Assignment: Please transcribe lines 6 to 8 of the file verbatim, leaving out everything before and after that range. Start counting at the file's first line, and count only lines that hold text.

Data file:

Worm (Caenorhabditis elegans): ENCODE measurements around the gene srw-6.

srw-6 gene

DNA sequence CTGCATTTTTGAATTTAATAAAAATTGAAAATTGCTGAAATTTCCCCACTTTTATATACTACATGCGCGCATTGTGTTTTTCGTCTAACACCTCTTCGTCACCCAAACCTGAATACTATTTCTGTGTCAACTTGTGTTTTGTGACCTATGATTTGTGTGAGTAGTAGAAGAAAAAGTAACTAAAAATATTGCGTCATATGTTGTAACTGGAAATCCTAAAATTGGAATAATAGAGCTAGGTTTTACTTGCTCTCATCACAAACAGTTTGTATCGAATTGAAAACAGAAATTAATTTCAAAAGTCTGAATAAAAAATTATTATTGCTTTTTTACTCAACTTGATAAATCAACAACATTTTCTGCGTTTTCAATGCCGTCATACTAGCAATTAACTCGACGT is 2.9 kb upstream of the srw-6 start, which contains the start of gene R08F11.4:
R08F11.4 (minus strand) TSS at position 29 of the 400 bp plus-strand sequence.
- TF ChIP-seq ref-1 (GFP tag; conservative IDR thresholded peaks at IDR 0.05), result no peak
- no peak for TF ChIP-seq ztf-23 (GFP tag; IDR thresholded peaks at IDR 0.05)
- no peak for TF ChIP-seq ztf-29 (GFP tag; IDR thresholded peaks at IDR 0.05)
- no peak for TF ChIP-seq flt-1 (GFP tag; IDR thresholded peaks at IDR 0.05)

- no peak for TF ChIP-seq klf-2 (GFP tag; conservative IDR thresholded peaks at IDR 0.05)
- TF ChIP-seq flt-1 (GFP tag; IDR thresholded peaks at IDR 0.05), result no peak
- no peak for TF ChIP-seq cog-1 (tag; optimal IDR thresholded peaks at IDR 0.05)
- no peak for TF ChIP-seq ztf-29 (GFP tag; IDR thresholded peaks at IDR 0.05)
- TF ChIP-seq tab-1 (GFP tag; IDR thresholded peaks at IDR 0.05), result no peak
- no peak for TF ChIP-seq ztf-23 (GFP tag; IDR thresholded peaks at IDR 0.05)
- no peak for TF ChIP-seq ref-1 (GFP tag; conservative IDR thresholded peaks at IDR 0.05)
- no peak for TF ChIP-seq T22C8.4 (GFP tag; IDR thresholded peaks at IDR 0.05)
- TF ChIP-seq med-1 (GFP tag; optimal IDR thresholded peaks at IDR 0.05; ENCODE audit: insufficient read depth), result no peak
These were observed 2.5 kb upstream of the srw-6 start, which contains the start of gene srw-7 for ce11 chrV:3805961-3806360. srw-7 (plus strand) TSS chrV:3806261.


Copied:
- no peak for TF ChIP-seq ztf-23 (GFP tag; IDR thresholded peaks at IDR 0.05)
- no peak for TF ChIP-seq ztf-29 (GFP tag; IDR thresholded peaks at IDR 0.05)
- no peak for TF ChIP-seq flt-1 (GFP tag; IDR thresholded peaks at IDR 0.05)